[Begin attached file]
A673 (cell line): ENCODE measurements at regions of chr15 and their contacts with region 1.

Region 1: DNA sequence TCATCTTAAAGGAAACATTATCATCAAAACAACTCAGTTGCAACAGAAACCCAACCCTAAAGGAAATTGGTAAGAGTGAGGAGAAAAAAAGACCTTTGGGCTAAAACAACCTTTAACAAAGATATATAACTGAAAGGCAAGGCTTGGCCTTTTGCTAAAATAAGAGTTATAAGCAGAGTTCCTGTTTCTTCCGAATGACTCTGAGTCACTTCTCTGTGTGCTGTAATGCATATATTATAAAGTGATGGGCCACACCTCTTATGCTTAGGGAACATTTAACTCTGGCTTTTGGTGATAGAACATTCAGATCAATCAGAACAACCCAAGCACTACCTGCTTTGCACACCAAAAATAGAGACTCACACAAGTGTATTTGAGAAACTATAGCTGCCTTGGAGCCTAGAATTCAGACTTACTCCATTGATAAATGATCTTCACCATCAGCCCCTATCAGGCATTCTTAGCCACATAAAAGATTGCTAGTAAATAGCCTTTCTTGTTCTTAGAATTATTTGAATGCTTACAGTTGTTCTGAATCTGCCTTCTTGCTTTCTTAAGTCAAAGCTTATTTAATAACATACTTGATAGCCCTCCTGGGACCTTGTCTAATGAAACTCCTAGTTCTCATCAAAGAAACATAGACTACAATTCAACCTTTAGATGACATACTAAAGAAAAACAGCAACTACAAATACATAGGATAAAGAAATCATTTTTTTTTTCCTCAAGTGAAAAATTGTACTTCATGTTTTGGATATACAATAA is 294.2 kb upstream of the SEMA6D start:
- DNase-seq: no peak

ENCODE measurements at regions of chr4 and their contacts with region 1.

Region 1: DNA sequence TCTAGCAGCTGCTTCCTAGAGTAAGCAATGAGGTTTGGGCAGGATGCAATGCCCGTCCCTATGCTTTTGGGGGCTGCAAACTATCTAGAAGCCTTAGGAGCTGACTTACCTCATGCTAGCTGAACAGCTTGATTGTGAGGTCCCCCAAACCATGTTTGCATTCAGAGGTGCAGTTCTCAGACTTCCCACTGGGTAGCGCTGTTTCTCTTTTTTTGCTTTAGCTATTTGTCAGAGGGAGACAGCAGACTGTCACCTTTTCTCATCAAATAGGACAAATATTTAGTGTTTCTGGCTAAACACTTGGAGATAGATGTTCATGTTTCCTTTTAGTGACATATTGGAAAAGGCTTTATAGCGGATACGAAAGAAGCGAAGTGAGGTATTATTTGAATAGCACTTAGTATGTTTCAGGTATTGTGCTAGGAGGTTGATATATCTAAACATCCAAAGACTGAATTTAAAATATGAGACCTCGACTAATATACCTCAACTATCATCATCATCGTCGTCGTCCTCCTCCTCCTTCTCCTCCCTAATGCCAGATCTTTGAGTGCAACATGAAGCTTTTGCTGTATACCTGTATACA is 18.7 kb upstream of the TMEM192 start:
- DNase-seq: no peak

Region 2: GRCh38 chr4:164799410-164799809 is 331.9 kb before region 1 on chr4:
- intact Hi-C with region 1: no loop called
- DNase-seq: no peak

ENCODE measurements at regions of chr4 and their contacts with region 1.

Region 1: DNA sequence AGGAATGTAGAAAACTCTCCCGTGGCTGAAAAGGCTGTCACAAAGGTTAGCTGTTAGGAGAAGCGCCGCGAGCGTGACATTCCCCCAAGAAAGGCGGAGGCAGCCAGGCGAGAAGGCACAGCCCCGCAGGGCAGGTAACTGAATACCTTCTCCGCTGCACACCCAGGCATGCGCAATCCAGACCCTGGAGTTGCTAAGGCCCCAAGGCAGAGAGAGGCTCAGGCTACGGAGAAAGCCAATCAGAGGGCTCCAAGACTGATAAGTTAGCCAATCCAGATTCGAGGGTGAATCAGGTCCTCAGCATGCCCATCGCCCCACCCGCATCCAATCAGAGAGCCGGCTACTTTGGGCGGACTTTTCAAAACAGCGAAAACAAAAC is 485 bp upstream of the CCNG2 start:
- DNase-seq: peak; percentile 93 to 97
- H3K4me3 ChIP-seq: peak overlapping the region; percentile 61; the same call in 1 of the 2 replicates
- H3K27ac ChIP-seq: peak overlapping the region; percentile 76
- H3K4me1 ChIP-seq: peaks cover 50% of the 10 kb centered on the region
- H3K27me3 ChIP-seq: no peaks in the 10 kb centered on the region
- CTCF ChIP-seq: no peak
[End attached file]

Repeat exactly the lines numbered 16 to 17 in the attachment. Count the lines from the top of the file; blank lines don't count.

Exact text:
- H3K27me3 ChIP-seq: no peaks in the 10 kb centered on the region
- CTCF ChIP-seq: no peak